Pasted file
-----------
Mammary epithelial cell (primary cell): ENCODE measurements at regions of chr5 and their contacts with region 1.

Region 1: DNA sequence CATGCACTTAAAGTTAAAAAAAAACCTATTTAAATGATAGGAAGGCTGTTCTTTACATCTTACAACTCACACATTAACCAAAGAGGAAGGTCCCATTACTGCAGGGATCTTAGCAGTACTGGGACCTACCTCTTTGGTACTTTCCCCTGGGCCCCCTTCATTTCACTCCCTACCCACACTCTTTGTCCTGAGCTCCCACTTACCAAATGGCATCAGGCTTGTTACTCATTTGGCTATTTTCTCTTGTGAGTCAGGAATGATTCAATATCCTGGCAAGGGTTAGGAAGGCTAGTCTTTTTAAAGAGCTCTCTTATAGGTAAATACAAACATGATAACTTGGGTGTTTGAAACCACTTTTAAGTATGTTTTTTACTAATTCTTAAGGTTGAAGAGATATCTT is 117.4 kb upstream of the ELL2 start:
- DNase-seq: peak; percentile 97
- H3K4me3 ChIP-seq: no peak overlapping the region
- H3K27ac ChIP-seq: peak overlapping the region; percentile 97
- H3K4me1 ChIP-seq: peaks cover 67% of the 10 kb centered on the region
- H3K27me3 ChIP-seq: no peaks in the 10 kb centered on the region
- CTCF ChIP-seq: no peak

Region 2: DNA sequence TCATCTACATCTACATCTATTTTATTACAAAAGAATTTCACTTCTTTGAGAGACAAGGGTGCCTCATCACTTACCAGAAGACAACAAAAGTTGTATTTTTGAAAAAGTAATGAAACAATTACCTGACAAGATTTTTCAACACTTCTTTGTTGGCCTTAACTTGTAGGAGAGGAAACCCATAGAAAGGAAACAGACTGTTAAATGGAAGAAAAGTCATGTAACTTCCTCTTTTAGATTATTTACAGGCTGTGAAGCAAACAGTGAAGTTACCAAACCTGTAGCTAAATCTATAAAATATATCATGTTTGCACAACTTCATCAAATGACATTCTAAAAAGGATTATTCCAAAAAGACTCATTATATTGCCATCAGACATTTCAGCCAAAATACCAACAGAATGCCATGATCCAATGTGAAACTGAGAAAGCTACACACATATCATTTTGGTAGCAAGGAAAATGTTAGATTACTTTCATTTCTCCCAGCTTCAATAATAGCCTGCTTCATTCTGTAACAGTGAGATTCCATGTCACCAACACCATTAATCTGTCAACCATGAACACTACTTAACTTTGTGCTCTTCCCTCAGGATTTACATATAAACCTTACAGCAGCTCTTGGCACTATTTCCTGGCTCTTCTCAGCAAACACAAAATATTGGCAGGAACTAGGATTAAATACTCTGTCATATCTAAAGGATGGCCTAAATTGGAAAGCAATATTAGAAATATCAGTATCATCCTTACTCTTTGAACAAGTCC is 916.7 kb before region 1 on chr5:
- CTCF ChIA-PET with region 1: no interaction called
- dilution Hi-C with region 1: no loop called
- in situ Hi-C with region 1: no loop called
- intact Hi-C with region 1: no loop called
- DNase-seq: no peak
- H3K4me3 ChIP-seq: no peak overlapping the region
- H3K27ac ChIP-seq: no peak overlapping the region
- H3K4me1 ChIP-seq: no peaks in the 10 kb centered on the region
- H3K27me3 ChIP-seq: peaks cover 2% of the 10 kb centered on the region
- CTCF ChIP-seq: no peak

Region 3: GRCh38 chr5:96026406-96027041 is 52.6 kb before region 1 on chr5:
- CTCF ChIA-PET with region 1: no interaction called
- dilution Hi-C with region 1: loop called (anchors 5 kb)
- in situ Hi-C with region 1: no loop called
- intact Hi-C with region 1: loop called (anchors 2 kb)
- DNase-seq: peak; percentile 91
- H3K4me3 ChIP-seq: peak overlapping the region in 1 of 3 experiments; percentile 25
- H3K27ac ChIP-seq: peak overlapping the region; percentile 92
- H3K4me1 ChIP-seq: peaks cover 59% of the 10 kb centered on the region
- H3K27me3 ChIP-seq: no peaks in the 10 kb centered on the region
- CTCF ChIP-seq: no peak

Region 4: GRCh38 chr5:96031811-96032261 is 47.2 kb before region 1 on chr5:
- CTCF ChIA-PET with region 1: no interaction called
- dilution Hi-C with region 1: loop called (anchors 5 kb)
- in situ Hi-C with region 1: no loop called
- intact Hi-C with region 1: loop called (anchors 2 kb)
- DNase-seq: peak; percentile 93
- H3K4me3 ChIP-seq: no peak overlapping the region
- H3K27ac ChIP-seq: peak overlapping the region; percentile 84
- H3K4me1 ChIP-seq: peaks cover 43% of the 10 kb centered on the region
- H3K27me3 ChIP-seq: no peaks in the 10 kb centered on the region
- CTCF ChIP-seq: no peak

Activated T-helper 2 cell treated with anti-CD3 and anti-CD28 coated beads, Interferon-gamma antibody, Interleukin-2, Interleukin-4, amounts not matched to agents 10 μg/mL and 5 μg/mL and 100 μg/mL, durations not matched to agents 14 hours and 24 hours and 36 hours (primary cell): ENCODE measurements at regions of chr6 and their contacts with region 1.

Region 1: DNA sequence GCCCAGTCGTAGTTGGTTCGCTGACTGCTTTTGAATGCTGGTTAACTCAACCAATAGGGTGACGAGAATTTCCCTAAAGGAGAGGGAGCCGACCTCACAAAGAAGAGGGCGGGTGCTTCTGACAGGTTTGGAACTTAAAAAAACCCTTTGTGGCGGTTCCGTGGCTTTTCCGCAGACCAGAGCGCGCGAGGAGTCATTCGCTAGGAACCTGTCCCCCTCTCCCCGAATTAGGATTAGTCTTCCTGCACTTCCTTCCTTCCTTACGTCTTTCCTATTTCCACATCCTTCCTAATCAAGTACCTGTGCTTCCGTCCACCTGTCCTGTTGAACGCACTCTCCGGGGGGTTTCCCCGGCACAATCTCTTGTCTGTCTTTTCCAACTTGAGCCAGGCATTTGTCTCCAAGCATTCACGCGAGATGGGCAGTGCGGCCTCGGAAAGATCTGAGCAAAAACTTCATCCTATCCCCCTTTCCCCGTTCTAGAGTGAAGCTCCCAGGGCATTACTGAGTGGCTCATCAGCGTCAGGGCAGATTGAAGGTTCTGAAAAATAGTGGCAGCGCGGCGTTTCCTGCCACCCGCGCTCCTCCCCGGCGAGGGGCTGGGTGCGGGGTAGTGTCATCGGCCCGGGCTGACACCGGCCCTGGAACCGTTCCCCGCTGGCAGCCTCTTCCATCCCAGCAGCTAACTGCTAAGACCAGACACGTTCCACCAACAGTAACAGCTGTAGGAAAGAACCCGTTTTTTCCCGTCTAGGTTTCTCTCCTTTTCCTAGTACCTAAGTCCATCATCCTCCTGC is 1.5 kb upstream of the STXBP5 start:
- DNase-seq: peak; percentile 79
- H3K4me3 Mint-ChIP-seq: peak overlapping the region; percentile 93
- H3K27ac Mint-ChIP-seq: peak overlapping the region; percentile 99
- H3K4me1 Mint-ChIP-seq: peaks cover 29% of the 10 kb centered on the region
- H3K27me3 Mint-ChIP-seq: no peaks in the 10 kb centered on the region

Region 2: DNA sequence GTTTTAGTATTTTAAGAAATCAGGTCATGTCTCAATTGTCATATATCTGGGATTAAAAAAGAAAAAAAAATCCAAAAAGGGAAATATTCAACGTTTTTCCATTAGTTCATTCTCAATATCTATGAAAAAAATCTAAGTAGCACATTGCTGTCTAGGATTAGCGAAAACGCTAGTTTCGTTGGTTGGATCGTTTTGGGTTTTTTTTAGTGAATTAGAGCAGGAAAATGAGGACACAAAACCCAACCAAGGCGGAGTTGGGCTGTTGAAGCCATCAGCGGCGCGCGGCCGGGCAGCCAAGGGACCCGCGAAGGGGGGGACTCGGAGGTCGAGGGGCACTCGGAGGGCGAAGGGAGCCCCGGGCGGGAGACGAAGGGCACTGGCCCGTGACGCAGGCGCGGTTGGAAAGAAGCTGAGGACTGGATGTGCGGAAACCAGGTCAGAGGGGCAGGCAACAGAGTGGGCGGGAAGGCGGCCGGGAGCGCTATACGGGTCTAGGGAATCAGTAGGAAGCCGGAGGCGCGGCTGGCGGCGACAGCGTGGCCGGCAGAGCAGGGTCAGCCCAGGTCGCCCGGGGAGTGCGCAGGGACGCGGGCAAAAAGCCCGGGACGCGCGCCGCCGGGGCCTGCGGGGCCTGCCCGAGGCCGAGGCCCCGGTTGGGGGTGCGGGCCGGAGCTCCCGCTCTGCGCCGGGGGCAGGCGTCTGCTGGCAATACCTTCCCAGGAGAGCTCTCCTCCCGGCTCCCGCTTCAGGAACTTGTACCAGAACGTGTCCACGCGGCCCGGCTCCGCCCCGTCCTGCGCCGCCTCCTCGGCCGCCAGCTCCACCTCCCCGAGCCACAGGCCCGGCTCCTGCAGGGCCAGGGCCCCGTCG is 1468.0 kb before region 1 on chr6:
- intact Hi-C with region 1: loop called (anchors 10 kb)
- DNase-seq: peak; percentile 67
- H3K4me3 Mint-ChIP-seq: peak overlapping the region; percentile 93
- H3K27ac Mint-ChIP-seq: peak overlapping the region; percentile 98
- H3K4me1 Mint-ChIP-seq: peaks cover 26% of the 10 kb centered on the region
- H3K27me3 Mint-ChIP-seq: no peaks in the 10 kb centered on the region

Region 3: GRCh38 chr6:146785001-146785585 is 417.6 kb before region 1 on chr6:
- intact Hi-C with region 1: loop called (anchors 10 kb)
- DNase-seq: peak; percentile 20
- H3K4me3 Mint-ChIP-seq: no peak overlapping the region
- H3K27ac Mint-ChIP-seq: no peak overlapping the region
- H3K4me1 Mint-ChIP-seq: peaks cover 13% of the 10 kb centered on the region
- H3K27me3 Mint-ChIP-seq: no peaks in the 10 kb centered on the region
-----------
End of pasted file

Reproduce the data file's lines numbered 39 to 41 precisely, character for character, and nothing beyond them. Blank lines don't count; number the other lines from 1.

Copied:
- H3K4me1 ChIP-seq: peaks cover 43% of the 10 kb centered on the region
- H3K27me3 ChIP-seq: no peaks in the 10 kb centered on the region
- CTCF ChIP-seq: no peak